Holding King County to a Higher Standard: 2021-2022 Anti-Racist Policy Priorities

The 2021-2022 policy and budget proposals include down payments for a long-term, permanent shift in the county’s operations to reflect anti-racist priorities and values. The goal of the proposed policy agenda and budget is to meet the needs of and implement positive changes for Black and Indigenous People, Children, and Families in King County.

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Leading with Racial Justice in King County

On June 11, 2020, King County Executive, Dow Constantine, and Public Health Director, Patty Hayes, declared racism is a public health crisis. Since the declaration, in partnership with system advocates, community members, and public servants throughout King County government, Executive Constantine put together a package of proposals that reforms the criminal legal system, and funds ongoing work to confront racism as a public health crisis.

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Bridging the Gap Between Community and Systems

Willard Jimerson, Jr. grew up in Seattle’s historically African American Central District neighborhood. Raised by a loving grandmother and grandfather, young Will could never have predicted that just six weeks after his 13th birthday he’d become a ward of the state and spend the rest of his childhood in America’s adult prison system.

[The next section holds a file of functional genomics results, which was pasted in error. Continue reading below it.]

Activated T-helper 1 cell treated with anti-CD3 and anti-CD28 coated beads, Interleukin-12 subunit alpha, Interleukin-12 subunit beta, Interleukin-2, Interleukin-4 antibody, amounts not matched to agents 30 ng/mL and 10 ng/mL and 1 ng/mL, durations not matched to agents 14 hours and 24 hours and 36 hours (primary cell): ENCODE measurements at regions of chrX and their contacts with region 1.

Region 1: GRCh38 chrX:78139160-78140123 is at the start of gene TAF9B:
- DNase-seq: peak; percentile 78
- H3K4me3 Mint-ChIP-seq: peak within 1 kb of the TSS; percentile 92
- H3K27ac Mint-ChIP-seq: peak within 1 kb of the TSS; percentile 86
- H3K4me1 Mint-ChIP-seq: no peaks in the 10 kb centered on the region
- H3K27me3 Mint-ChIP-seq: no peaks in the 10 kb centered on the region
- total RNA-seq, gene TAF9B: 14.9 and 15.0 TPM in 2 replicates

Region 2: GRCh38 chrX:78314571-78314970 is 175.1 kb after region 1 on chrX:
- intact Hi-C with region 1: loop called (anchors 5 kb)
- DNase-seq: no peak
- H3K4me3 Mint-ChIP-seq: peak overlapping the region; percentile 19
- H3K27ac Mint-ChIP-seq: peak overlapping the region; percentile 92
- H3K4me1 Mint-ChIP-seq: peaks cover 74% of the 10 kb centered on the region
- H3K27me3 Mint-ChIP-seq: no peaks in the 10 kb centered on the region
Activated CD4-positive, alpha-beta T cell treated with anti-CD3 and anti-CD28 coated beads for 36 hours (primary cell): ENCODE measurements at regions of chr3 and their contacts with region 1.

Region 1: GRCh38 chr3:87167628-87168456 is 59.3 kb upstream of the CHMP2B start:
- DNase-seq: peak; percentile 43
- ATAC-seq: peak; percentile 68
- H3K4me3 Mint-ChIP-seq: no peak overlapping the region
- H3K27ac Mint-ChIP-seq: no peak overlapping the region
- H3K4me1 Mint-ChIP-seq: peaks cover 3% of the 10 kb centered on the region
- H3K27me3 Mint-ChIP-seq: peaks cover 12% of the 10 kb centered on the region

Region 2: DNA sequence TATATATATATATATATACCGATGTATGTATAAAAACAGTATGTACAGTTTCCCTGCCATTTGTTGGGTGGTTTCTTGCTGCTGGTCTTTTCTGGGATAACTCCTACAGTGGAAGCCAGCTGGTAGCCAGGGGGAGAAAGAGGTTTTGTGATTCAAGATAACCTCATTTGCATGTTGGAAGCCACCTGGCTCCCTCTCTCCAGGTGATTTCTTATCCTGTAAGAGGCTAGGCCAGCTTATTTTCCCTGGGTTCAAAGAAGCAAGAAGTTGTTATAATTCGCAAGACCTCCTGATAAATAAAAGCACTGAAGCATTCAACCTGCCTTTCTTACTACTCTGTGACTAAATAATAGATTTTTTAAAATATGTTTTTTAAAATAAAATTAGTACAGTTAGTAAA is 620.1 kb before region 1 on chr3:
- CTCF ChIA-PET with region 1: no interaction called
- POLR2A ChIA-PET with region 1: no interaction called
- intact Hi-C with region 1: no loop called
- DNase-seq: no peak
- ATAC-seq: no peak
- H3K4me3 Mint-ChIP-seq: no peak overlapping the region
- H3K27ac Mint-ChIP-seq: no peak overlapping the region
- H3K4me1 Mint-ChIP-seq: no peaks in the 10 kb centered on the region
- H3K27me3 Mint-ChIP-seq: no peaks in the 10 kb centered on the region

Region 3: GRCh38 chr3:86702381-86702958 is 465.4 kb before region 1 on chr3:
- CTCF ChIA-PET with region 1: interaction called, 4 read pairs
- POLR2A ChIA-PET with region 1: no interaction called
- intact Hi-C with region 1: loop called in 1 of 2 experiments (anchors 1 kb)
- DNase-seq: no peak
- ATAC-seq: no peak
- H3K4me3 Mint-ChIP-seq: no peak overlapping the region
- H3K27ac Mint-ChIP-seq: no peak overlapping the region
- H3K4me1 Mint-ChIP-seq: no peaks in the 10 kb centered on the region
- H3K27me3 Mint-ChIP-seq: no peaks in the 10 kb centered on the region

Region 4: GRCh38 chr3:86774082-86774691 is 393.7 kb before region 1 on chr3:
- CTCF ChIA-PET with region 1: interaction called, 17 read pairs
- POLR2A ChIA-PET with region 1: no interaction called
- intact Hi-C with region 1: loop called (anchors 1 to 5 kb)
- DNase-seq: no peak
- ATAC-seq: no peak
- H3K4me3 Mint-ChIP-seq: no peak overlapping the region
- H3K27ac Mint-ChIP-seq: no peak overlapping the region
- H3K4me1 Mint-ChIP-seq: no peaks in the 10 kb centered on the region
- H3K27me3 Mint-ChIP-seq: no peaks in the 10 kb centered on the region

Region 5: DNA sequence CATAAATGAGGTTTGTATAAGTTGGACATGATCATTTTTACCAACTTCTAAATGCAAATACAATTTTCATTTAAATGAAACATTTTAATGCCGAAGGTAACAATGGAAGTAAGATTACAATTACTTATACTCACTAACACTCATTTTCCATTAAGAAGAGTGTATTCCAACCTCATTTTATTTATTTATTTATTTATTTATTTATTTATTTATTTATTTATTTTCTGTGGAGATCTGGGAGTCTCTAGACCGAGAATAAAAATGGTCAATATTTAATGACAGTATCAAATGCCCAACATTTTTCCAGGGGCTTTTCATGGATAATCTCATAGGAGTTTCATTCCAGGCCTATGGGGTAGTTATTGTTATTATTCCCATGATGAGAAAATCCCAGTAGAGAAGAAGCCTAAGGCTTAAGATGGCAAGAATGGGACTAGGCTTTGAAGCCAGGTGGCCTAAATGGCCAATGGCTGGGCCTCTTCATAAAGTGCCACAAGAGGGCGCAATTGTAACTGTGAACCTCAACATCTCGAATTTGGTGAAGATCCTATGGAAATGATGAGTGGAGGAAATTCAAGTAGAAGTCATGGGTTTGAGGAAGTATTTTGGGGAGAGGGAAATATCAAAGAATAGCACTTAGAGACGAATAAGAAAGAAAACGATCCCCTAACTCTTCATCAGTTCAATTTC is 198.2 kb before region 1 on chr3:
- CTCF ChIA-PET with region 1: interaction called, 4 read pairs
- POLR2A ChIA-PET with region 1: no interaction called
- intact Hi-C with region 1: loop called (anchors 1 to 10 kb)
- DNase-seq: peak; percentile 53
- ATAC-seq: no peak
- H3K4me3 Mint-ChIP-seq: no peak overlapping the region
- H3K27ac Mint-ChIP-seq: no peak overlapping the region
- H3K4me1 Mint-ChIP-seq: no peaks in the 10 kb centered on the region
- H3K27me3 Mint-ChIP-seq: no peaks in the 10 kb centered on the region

One fatal and catastrophic moment on a late night in 1994 changed everything. The kid who once fancied himself a charming and mischievous prankster, who loved playing arcade games and pick-up football, was gone.

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The Road Map to Zero Youth Detention

On July 21, 2020, King County Executive, Dow Constantine, committed to eliminating secure detention for youth in King County by 2025. While the commitment to a specific timeline is new, the work to achieve the goal of Zero Youth Detention began in 2017 when King County Executive, Dow Constantine, announced Public Health – Seattle & King County’s Zero Youth Detention Initiative (ZYD).

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Opportunity for Youth to Get Involved In the Local Anti-trafficking Movement

There is a definite connection between the commercial sexual exploitation (CSE) of children and the juvenile justice system. Although exact numbers don’t currently exist, studies show that most victims of commercial sexual exploitation of children in King County have also been involved in the legal system.

The same systemic issues, racial inequity, and income inequality that make youth vulnerable to becoming involved in the legal system also make youth targets for perpetrators of CSE.

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